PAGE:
Energy-Efficient Interior Lighting for Your Office Space

A business owner who is considering leasing an office space in a commercial building should take into consideration the energy efficiency of the interior lighting of the space to be leased. The business owner should look for or try to incorporate the green concept in the interior lighting system, a concept which incorporates the newest technology in lighting that eliminates pollution and minimizes energy consumption.

The business owner who is intending to lease an office space could negotiate with the building owner to install an energy-efficient interior lighting system or make the retrofit himself before they move in after getting a substantial reduction in rent, or at least getting some rent credit.


The use of energy-efficient lighting system in buildings and offices is the result of the growing consciousness that the Earth’s resources are becoming scarce and less sustainable.  Without a conscious effort to minimize consumption of resources, there will come a point when the planet cannot sustain our needs anymore. The efforts for sustainable consumption of resources will go a long way in the preservation of the planet for the future generations.


Energy-efficient lights consume less power. It also involves the use of efficient technology so as not to disrupt the balance of the heat load capacity in an enclosed space. The use of less power will translate into a smaller power bill for the business, with the savings realized from such lower bill being used for other operating expenses of the business.


In order for the business owner and the building owner to have a full understanding of energy efficiency in interior lighting,  a basic knowledge of the different types of lighting should come handy. The following are the most common types of indoor lighting for buildings and offices:


Incandescent bulb – It was the lighting standard for many years and it will forever remind us of the great mind of Thomas Edison. The tungsten-based incandescent bulb, however, is a great energy waster and people are moving away from it in a very accelerated pace. Incandescent bulb is not recommended anymore for interior lighting.

Halogen and xenon lamps – A halogen lamp is a type of incandescent lamp with tungsten filament, just like the ordinary incandescent bulb, with inert gas and a little amount of halogen, either iodine or bromine. Xenon lamps are more energy-efficient than halogen because they have lower temperature and better quality light. Halogen and xenon lamps give more light from lesser watts but they are far from being energy-efficient.


Compact Fluorescent Lamp (CFL) – It has become the industry standard after CFL introduced improvements over the incandescent light bulb. CFL uses spiral glass chambers filled with gas and ballasts. CFL typically uses a third or less of energy than the normal consumption of an incandescent light bulb. For example, a 23 watt CFL produces the equivalent light of a 100-watt incandescent light bulb. It maintains a cooler temperature when turned on compared with an incandescent light bulb. The main complaint about CFL is the warm up time. It takes a while before the CFL gives off its full lighting power after it is turned on. Another objection to CFL is that it cannot be used for a dimmer switching system.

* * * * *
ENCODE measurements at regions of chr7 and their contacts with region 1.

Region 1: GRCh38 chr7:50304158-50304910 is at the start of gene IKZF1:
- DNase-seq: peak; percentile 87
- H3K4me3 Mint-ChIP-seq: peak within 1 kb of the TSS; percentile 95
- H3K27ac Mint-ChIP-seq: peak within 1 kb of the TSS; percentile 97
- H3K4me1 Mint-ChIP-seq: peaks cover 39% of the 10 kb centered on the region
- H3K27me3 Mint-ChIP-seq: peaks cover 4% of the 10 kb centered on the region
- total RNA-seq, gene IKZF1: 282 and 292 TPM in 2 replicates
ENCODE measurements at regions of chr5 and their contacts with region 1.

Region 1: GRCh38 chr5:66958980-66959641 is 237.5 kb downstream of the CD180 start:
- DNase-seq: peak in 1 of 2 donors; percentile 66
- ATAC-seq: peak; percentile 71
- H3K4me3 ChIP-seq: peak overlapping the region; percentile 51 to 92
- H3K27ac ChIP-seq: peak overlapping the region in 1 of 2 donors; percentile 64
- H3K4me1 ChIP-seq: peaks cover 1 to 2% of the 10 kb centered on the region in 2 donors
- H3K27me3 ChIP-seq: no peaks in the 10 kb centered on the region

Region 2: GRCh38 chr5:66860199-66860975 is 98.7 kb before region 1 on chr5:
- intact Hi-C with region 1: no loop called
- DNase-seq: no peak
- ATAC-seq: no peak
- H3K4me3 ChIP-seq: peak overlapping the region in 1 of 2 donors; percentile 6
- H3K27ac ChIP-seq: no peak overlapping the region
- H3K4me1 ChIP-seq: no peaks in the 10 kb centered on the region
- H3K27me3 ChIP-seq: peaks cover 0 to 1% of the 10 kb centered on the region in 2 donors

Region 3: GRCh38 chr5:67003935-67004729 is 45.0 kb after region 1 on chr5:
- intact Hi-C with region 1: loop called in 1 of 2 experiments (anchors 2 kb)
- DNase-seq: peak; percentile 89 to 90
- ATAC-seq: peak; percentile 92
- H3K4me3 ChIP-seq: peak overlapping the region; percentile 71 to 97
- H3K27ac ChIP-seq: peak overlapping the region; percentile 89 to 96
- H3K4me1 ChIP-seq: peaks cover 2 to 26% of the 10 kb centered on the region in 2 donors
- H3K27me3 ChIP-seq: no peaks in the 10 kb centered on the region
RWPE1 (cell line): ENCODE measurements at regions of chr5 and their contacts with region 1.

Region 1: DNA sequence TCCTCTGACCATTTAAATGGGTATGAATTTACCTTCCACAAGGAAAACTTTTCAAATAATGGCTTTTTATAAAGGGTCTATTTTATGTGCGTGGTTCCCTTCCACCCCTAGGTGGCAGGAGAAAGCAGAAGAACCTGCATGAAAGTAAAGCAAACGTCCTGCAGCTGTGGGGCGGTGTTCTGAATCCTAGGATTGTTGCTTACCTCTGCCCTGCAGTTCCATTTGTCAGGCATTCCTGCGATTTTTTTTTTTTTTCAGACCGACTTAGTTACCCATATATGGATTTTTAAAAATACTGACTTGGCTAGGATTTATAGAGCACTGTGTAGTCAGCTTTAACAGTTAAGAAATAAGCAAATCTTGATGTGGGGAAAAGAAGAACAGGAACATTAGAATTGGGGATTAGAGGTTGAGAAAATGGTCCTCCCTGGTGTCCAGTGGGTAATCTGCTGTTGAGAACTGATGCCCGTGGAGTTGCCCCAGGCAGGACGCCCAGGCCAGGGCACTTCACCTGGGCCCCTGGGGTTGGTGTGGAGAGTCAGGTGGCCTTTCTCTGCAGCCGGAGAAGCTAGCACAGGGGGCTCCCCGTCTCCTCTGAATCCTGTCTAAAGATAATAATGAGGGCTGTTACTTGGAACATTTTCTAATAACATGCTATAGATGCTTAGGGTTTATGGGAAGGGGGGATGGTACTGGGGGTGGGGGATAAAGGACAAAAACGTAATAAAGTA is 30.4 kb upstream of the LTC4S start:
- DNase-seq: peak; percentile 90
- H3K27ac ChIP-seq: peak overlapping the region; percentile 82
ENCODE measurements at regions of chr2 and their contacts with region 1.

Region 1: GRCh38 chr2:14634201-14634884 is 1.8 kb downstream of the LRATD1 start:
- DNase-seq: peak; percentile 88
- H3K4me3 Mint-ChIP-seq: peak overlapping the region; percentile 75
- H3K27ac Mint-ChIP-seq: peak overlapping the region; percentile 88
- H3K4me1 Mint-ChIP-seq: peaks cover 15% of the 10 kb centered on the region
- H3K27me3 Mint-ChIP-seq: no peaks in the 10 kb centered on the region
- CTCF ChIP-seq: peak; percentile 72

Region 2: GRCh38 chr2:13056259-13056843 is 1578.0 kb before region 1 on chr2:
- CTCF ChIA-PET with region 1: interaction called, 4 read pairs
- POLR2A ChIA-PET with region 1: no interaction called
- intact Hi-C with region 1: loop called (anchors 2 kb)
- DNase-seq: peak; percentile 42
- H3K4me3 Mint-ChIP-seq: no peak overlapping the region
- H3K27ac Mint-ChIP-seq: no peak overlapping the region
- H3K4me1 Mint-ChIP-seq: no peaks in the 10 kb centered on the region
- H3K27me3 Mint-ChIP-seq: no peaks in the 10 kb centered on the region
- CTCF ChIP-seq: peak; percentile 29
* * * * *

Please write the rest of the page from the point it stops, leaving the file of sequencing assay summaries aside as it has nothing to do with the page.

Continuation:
Light Emitting Diodes (LEDs) – Considered to be more superior than CFLs in lumen output, efficiency, and dimming, LED is a semi-conductor source of light. When the light emitting diode is turned on, electrons recombine with electron holes within the device, releasing energy in the form of photons. The color of the light emitted is the result of the energy of the photon that produced the effect called electroluminescence. LEDs improved technology has given rise to light bulbs that are extremely energy-efficient. LEDs use only between 10 to 20 percent of the energy needed by the traditional incandescent light bulbs.


Organic Light Emitting Diodes (OLEDs) – OLEDs are manufactured from flexible organic materials. While it is still in the early stage of development, OLED technology presents a great promise in energy-efficient lighting. Currently, OLED technology is already used in technological applications such as TVs and other flexible screens.


In addition to the different types of lighting season, the business owner, and the building owner, can save a lot in terms of energy consumption if they can incorporate natural daylight in the illumination of office spaces. The installation of windows and skylights in strategic places can minimize the need for artificial lighting that consumes energy.


Finally, the use of solar panels that will provide energy to the artificial lighting fixtures in an office is the ultimate way of going green in interior lighting.

Business owners who will lease office spaces at the Kennedy Office Center will find out the office buildings are more energy efficient and cost effective because of the use of  T8 lighting throughout the four buildings of the office center. T8 lighting has continued to grow in popularity and is now considered to be the standing in building construction.

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